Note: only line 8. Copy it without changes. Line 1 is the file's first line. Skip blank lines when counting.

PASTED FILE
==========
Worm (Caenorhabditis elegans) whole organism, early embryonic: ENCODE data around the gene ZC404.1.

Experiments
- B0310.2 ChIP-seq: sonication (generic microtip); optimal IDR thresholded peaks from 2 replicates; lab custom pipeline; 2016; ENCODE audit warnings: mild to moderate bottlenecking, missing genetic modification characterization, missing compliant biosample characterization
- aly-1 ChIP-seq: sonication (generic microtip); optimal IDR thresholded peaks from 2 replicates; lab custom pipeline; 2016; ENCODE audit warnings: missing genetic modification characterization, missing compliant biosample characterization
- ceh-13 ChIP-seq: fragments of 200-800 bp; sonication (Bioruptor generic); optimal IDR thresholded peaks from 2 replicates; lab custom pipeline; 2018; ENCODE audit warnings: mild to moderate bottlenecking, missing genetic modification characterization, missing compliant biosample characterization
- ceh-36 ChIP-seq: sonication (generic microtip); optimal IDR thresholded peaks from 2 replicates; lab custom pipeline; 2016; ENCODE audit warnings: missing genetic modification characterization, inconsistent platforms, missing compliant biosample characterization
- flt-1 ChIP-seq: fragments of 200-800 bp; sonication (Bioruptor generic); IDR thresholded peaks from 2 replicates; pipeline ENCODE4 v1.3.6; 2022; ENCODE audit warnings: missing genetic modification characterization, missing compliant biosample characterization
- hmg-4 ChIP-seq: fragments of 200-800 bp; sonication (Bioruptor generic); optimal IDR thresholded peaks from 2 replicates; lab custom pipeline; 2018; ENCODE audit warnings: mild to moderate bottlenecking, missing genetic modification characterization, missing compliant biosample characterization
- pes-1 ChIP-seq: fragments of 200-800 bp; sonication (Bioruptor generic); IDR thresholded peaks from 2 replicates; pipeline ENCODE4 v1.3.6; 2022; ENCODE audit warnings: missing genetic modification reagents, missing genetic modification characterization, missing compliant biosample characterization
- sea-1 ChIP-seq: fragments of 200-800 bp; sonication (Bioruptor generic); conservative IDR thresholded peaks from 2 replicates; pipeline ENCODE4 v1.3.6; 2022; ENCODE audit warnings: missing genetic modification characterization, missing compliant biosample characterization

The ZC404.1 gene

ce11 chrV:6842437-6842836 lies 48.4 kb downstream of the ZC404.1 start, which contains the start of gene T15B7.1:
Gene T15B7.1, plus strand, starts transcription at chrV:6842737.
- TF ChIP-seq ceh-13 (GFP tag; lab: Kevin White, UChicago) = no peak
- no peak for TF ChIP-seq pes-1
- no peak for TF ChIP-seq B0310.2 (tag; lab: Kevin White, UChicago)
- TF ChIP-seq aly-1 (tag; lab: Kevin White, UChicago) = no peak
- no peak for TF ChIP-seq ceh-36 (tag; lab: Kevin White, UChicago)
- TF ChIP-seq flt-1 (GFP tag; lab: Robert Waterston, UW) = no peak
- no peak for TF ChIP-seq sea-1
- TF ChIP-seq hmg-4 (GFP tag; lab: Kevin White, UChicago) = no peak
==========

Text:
- hmg-4 ChIP-seq: fragments of 200-800 bp; sonication (Bioruptor generic); optimal IDR thresholded peaks from 2 replicates; lab custom pipeline; 2018; ENCODE audit warnings: mild to moderate bottlenecking, missing genetic modification characterization, missing compliant biosample characterization